It Can Still Work With Ex With Anxiety/Depression -Pt 2

6) Teach yourself to read your ex’s “mood fluctuations”.

Get into the rhythm of the illness itself instead of getting caught up in the day to day emotions. In the beginning this can be hard because you have to kind of learn how to tell their moods by the way they talk and their body language, the hours and some times days when the moods start to get intense. For example when he/she begins to lash out, pulls away, gets angry, feels tired and when he/she is extra jovial, has high energy, is working lots, finishing lots of projects etc.

7) If he/she gets unreasonably angry, don’t let it get to you.

When you find yourselves getting into an argument, often over things you don’t even know what you did, it is important to remember the love you have for each other and not take the moods or things they said seriously.

Balancing how much you can take and when to stand up for yourself can be hard to do. The general guide is to always keep in mind that you are not responsible for his/her anxiety, depression or problem with alcohol. If it looks like you are being “blamed” for his/her struggles, speak up.

8) Let go of trying to change him/her.

Unless you are a well trained professional, or have gone through what they are going through, you can’t truly understand what the person is going through.

While your attempts to get him/her to “talk about it” may be well-intentioned, it may not always be well-received. So don’t try to be his/her therapist. Direct questions may be misconstrued as confrontation, questioning his/her every move or not understanding his/her struggles. This will often be met with “I don’t know” or dead silence. Giving advice can come across as “judging” or “pitying” which is the last thing he/she wants. And trying to “cheer them up” is a waste of time, let alone annoying.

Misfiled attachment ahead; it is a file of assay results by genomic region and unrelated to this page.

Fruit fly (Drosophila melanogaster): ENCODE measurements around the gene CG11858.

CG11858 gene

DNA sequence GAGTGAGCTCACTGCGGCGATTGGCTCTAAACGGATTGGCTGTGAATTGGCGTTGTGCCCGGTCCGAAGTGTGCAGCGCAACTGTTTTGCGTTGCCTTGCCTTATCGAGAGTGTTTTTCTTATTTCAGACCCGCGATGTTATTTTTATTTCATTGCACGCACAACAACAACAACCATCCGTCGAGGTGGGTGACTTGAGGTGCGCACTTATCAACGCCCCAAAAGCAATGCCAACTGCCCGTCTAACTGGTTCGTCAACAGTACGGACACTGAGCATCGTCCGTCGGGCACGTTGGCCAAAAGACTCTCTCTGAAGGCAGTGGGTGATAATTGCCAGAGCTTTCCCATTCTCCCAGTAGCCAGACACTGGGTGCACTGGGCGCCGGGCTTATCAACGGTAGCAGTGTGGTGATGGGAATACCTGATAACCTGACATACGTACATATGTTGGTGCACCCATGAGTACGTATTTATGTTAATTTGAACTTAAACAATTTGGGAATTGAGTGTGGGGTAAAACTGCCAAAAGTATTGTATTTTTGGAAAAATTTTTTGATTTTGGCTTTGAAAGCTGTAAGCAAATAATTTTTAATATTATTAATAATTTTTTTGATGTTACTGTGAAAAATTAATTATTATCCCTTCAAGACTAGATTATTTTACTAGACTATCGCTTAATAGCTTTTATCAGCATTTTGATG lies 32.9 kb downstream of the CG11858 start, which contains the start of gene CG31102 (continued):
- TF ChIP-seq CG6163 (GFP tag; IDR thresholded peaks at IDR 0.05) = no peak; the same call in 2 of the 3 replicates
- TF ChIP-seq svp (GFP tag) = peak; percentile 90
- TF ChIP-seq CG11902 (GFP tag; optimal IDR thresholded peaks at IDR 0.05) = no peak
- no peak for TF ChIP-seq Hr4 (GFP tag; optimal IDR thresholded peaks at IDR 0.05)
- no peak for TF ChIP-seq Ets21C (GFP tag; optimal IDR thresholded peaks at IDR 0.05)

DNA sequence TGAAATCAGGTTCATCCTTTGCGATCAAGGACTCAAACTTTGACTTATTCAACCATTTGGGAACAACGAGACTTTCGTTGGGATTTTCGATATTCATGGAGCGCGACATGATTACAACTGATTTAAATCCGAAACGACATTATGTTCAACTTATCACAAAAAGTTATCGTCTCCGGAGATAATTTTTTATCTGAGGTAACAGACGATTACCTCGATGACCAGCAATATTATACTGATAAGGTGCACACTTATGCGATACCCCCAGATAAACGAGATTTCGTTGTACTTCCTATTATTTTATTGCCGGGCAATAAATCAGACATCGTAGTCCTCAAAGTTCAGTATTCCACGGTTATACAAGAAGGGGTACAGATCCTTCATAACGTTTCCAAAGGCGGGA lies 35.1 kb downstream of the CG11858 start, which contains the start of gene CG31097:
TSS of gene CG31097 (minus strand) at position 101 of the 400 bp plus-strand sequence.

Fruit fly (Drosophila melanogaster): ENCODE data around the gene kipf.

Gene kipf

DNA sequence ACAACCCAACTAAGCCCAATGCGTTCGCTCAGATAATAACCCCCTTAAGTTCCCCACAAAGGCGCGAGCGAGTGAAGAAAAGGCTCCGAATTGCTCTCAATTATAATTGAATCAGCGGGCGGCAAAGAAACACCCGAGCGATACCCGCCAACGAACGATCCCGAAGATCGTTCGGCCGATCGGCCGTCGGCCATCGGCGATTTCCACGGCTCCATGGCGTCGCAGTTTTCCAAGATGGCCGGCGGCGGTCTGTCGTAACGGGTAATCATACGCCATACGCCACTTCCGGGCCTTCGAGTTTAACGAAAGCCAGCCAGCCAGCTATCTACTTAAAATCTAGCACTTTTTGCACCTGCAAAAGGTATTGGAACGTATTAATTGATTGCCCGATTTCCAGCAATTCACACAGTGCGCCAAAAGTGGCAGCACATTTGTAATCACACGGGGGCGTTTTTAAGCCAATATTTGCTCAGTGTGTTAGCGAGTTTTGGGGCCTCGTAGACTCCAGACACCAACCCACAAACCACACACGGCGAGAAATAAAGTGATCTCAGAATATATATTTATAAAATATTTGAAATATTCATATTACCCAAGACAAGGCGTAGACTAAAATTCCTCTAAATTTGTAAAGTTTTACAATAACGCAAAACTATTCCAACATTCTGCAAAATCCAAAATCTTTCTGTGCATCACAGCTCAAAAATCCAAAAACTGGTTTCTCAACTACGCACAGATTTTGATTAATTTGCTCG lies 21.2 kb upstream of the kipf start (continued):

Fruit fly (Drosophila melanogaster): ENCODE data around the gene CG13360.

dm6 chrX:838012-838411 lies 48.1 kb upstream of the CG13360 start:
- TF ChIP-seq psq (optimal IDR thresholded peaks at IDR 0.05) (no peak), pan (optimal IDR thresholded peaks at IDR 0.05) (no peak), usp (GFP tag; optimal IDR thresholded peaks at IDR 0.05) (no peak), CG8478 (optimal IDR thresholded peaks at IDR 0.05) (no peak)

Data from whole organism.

The approach I use with my clients who are finding it hard to date and have relationships because of their struggle with anxiety and depression is what I call the “Help me understand you” approach. Let him/her open up on his/her own.

9) If you find yourself at the edge of your own rope, find some way to break free for awhile and re-energize.

Just as getting him/her to talk is important, it is also important to know when to back off and give both of you the space each needs. When backing off, be sure to let them know they have the security of your love to come to when they need it.

10) Don’t let him/her push/drive you away (now that you know about what their going through).

You may just be what he/she needs at the time. Your love, patience, persistence and hope can provide the inspiration or momentum for your ex to want to change.

Yes, it is a long and hard road but it can also be a useful experience for learning to love unconditionally. If the two of you can work together, you’ll come to appreciate the creativity that dealing with his/her illness involves.